We made our annual trip to Milan for the Saloni—we walked the showrooms, we ooh’d and ahh’d and were inspired at every turn. But like most other travelers this week we’ve been grounded and cannot move on to our next destination, Asia.
Our Italian is getting better every day since we’re seeing more of the city than we usually get to—and we’re getting even more inspired than we antipicated.
We’ll share some inspirations soon…we’re on Italy time for now. Ciao!
Tryon Farm, the outdoor site for CB2’s summer catalog, is a working, sustainable community for residents who see themselves as caretakers of the land—who value the simple joys of being in natural settings, care about the conservation and preservation of open space, and steward the wise use of resources.
The mission of Tryon Farm is to build and maintain a healthy environment, an energetic community, a nurturing home; and to protect or re-establish mainstays of the regional landscape—farmlands, woods, prairies, wetlands.
Originally a 170-acre dairy farm in northwest Indiana, new simple houses and lofts are clustered in seven “settlements”. From farmstead to woods to meadows, each is distinct—defined by its natural elements.
For example, the Farmstead settlement comprises the farmhouse, barns and sheds that were the original farm, and in the Pond settlement, homes recede into the landscape near a pond that’s a native habitat for frogs, minnows and herons.
To accomplish their goals, they insist on using clean sewer water for irrigation, controlling storm water, keeping night lighting low, minimizing road building—and their natural wetlands sewage system operates independently of a municipal system. Architects carefully design to the landscape so window placement takes full advantage of the sun for lighting and winds for ventilation—not to mention the beauty of expansive views.
One key aspect of any sustainable venture is the maintenance or repurposing of existing structures. So the old farmhouse was converted into a bed and breakfast and the barn is a community center for potluck suppers, association meetings and viewing old movies.
Regular and seasonal events are diverse and include workshops on conservation and planning of rural and urban areas, advice on organic gardening and landscaping, bicycle repair sessions, feeding goats and chickens, splitting wood for fires, and bonfire circle suppers.
Next Saturday, April 17, from 10am to 3pm, help plant 1,200 tree saplings as a windbreak on the edge of a rolling alfalfa field. Reward is an informal lunch in the old Tryon dairy barn with music, stories and a salute to Mother Earth. Register at Earth Day Tree Lunch.
Thanks to curtis, catalog art director, for all on location photography.
Calm water was most likely the first source of one’s reflection–which eventually led to narcissism named after the Greek god Narcissus.
Over time, many advances were made in the development of mirrors which led to today’s pristine versions. If you’ve ever seen dark, spotty antique mirrors, imagine what crude reflections the Romans saw from blown glass coated with molten lead.
Venice became a center of mirror production in the 1500s using new techniques based on its glass-making expertise. Not long after, owning them became a luxury and status symbol which helps explain the decadent Hall of Mirrors in the Palace of Versailles.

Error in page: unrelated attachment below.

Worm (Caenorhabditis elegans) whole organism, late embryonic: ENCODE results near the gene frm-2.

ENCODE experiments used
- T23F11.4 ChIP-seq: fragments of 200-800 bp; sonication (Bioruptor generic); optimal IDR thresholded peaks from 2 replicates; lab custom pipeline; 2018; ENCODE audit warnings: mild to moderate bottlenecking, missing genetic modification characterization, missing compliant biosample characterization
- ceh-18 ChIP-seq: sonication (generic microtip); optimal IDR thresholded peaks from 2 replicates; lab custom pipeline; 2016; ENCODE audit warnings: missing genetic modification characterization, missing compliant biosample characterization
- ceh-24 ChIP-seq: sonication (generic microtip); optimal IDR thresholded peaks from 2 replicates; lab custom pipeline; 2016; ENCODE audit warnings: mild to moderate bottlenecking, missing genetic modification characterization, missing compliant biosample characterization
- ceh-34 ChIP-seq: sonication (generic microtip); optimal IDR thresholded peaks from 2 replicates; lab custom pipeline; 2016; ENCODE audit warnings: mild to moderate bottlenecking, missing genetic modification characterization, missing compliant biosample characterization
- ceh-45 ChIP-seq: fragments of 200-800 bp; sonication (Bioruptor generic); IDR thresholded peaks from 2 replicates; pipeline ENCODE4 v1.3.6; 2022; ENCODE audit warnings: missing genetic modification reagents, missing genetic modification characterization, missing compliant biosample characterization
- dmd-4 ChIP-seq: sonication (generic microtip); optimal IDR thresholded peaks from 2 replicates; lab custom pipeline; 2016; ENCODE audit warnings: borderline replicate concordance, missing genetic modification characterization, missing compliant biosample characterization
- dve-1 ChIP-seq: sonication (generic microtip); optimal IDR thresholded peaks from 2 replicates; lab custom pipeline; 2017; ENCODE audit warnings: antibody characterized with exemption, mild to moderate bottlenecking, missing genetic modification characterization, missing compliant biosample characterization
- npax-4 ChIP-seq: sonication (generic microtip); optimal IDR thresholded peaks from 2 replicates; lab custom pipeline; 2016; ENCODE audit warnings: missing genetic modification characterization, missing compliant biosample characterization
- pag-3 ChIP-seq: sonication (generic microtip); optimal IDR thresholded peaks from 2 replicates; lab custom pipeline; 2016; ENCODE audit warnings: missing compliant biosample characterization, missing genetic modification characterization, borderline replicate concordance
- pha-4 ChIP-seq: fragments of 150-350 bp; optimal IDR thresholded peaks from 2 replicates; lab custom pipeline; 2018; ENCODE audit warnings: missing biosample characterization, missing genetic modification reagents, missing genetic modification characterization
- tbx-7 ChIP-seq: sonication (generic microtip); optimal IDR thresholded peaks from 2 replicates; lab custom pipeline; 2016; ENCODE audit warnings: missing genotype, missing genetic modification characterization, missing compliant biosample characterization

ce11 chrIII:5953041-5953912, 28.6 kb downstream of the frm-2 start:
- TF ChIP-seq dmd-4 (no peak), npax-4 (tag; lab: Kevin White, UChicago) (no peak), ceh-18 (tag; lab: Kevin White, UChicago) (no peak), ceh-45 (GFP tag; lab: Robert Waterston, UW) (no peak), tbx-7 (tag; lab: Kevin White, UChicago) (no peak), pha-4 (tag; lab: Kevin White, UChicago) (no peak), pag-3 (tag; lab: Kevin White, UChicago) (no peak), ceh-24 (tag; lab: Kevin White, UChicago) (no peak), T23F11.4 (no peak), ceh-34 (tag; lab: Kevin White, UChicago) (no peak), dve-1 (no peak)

Obviously they’re one of the most reliable ways of making a room appear larger. In the 70s however, mirrors were a literal reflection of disco and Glam Rock as their floor to ceiling sparkle overwhelmed many a sunken living room. For a modern look to increase space visually, consider infinity mirrors.
It’s no surprise that original Feng Shui beliefs were that mirrors related to the element of water and can increase or shift energy flow. In recent decades, proper placement in Western homes became just as relevant as yoga and green teas.
Today, “spy” mirrors—convex glass reflecting a wider area than flat glass—are most often used for safely allowing a peak around a corner. But they’re a whimsical touch when placed in an eclectic, sophisticated room.
Where was your favorite place to live?
So far it’s been living in Kansas City. It has a small town feel, with all the offerings that larger urban areas have. Fantastic restaurants, and the art & music scene is very impressive.
What was/is your biggest indulgence?
Without a doubt it’s music. I can’t go a single day without listening to something. I’ve been playing the guitar for about 10 years, and used to play in a small band in college. Music is such a huge influence on my life, and sometimes I wonder if I should have chosen a career in the music industry.
Who are your design icons?
Definitely the Eames and Raymond Loewy as early examples. One of my favorite current designers would have to be Tom Dixon.
Form vs. function?
Function—which isn’t to say you can’t have both. I don’t think it is necessarily one or the other but for me, form follows function. You could design the coolest looking chopsticks on the planet, but if they can’t pick up sushi, what’s the point?
What’s your favorite element/possession?
A Saarinen side chair—that I found!
What one item do you wish you owned?
Mies van der Rohe’s Farnsworth House. Does that count as an item?
What are your sources of inspiration?
Anything in my day to day life can trigger inspiration for me, but one of my main sources would have to be nature. I am forever obsessed with trees.